68F as the yeast stated, and then I let it go up to 75F for cleanup.

Offline Ck27

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Re: Sulfur problems with my Belgian
« Reply #9 on: November 20, 2017, 02:07:23 PM »
Okay, opened a half filled bottle since I didn't have who enough beer to fill the bottle all the way and tested it. It's got a minor sulfur aroma to it but is mostly gone. Beer tastes fine has a bit of a bitterness upfront then turns to slightly sweet malty taste. So it's good to go, has a tingling on the tongue which in assuming is from alcohol being around 10%. Beer looked great when I opened it, it fizzed up a bit and vapor came out so it's a good sign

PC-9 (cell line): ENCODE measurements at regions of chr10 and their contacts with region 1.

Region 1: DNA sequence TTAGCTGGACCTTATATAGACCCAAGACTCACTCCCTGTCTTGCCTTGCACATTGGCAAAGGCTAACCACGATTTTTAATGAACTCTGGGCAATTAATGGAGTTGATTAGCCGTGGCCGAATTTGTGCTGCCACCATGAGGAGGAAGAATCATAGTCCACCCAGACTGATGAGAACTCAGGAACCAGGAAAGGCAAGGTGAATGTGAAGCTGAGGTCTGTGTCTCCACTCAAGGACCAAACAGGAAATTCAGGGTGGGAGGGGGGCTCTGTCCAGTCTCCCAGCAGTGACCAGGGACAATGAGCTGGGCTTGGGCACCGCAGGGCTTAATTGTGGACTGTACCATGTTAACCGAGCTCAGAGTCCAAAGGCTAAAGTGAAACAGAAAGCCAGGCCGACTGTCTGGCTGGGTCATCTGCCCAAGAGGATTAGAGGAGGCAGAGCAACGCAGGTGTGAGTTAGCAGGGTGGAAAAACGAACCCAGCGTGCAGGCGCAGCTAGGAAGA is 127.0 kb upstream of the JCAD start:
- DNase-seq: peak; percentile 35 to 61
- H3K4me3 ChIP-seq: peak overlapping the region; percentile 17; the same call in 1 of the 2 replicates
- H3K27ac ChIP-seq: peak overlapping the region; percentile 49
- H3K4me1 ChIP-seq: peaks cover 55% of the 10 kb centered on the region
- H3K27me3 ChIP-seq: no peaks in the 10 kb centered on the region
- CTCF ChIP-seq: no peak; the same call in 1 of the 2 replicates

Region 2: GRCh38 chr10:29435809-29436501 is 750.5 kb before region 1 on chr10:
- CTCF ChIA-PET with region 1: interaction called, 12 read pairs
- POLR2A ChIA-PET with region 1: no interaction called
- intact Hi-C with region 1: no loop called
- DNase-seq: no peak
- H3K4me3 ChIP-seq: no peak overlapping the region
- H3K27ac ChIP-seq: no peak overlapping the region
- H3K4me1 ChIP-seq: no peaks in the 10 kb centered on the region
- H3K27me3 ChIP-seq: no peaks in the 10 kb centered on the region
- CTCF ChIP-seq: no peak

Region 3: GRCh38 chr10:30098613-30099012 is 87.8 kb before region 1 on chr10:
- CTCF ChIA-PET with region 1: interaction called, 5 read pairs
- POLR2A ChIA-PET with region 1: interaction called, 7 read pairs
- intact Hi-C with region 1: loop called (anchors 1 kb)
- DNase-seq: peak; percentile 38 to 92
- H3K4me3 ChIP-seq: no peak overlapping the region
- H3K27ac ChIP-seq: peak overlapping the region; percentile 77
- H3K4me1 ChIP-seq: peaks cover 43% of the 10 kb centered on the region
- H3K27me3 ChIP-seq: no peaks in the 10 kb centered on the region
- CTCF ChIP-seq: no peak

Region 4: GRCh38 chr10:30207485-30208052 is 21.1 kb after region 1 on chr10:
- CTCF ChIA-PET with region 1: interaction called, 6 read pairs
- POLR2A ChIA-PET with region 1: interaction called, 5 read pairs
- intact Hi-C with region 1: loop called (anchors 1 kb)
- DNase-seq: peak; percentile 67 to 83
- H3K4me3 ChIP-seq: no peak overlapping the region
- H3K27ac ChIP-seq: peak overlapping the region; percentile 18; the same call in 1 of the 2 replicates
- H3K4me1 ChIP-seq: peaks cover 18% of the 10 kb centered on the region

Offline Beer Volcano

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Re: Sulfur problems with my Belgian
« Reply #10 on: December 05, 2017, 10:37:56 AM »

Grain bill was primarily pilsner, I did a 90 minute boil and mashed at 149 for 1 hour as someone told me to.

Have you tried step mashing? Someone told me that it's practically essential with Belgians (tripels at least). Not sure why its supposedly so important, but we did it that way.

We did rests at 145, 154, and 162 before mashing out at 170. Yes, this was time consuming and a major PITA.

But I think that rest at 162 was the magic moment. It's too high for much amylase activity, but the mash really thickened up there and I think it was extracting lots of dextrines from the malt.

We were just following the mash schedule for Orval as reported here: https://beerandbrewing.com/belgian-beer-youre-probably-doing-it-wrong/